Digital Media Literacy


The Center for Media Literacy defines Media Literacy as "a 21st-century approach to education. It provides a framework to access, analyze, evaluate, create and participate with messages in a variety of forms – from print to video to the Internet. Media literacy builds an understanding of the role of media in society as well as essential skills of inquiry and self-expression necessary for citizens of a democracy.”

With the election approaching, Facebook controversies, and fake news swirling, digital media literacy is more important than ever. The following are tips to help you be a conscious consumer of media.


How to Evaluate Sources

Perform the SMELL Test

cartoon nose

S stands for Source  Who is providing this information?​

M stands for Motivation  Why are they telling me this?​

E stands for Evidence  What evidence is provided for generalizations?​

L is for Logic  Do the facts logically compel the conclusions?​

L is for Left out  What’s missing that might change our interpretation of the information?​

1. Determine the website's purpose​

   -Check the 'About' page​

   -What is the website's purpose? Is the site trying​
   to sell or convince you of something?​

   -Who is the website's audience?​

2. Check for bias​

   -How much opinion does the site have?​

   -Are the ads on the site politically or ideologically​

   -Look at other pages on the site. Do they appear to be​
   biased/have the same slant?​

   -Check out websites like, including their​
   Media Bias chart

3. What is the site's top-level domain?​

  • .gov is a government site. These are usually reliable.​

  • .edu can be a school, college, or university. ​

  • .org is an organization. Depending on the organization's​
    mission, it could be biased or unbiased. Try to find more​
    information about the organization and its purpose​

  • .com is typically used by commercial sites. However, it's​
    also used by many other types of sites, so it doesn't really​
    tell you whether a site is reliable​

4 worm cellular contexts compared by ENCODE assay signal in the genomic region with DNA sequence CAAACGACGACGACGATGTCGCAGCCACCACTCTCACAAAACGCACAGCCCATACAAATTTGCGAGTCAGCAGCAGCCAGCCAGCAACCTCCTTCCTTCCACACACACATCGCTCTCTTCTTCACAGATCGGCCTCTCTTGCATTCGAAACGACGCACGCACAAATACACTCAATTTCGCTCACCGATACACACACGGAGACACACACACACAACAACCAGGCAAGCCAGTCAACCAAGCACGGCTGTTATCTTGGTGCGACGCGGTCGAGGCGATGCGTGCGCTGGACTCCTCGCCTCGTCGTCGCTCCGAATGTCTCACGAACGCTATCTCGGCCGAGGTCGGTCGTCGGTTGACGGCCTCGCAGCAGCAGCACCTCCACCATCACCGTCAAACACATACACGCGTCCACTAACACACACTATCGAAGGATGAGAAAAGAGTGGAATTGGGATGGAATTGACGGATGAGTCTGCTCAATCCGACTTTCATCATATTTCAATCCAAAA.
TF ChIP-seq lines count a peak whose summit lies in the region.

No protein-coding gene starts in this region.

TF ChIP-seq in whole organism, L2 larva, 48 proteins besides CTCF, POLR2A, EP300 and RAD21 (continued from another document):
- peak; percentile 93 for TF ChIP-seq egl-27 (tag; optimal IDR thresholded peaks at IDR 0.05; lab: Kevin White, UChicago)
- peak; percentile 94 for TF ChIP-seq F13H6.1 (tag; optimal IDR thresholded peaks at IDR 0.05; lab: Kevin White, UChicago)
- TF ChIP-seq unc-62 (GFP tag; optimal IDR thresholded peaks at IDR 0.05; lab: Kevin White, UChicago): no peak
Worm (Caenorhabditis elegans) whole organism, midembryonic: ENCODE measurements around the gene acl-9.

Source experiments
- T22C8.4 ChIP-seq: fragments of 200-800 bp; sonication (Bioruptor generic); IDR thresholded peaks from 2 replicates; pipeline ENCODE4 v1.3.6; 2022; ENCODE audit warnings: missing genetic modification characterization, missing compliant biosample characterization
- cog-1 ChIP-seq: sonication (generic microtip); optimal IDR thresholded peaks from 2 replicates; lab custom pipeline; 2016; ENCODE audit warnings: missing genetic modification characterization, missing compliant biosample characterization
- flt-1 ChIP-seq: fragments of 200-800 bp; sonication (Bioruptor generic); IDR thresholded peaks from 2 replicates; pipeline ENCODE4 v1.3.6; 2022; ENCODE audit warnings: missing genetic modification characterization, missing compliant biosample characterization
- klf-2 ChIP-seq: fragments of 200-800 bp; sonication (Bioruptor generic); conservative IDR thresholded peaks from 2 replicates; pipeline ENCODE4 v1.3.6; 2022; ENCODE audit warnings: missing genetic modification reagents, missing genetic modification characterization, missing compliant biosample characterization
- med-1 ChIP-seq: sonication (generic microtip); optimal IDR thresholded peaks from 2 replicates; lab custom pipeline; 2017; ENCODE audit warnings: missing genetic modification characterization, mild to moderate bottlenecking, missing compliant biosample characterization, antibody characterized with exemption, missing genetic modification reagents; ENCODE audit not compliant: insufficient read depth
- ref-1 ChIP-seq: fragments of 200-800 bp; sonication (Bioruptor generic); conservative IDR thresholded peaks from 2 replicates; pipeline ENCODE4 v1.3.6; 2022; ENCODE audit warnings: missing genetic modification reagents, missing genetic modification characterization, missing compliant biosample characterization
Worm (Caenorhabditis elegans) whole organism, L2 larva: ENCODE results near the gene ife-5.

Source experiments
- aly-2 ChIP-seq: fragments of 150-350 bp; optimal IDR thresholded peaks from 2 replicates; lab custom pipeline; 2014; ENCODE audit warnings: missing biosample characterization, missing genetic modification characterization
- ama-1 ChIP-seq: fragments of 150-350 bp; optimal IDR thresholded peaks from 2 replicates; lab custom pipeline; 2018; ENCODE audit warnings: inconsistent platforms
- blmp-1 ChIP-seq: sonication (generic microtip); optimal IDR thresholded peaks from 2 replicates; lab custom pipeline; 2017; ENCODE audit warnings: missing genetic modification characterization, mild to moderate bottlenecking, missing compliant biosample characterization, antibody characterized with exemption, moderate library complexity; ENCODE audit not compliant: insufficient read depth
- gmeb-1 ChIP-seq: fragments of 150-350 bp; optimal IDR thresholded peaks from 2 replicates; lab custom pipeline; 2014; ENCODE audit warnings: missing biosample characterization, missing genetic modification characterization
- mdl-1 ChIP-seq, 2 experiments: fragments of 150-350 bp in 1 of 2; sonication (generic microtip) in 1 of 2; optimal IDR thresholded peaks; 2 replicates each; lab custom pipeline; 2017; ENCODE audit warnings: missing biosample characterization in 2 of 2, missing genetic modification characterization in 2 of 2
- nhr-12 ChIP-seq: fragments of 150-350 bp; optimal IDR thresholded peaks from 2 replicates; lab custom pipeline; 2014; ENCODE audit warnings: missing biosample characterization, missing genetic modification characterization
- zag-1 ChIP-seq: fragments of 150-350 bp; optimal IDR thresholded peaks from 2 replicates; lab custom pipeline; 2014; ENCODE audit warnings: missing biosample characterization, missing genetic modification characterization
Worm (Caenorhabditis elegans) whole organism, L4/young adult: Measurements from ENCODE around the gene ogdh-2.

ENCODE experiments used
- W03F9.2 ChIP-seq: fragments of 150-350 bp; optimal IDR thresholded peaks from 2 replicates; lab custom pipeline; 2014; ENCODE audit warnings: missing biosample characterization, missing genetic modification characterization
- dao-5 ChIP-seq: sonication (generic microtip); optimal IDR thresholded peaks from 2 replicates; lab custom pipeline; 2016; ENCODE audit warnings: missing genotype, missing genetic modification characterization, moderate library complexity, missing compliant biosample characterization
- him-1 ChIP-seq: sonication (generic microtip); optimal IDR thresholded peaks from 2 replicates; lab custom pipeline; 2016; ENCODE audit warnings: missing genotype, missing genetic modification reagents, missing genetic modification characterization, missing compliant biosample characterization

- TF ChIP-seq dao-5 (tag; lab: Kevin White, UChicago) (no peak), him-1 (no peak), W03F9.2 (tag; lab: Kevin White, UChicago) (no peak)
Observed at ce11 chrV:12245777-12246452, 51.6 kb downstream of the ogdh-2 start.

4. Research the author​

  • Online articles don't always say who the author is. This​
    doesn't mean these sites are less reliable. However, if there is an author listed, it's a good idea to find out more about them

5. Check the information's date​

  • Many websites will include a date at the top or bottom of an article. The date published is relevant for articles on politics, news, science, technology, etc.

6. Fact Check​

  • Check the accuracy of information on sites like,,​

7. Check Multiple Sources​

  • Even a reliable website may not include all the relevant information. Using multiple sources allows you to see all sides of a story



  • Memes usually look like an image with text over it. They are often used to be humorous and/or discuss current topics. Many memes are political as well.
  • Memes are not inherently bad, but they are easy to make and spread like wildfire as if they are fact, when in fact anyone can make one and post it.
  • Before sharing a meme, do a quick google search to verify facts.


Sponsored Content

Sponsored Content can appear in a variety of ways. It can look like a regular article in an online publication, it can look like a regular post in your social media feed, or like an advertisement from a celebrity or brand you follow. Always keep an eye out for the words: Sponsored, Ad, Paid Post, Partnered With, etc.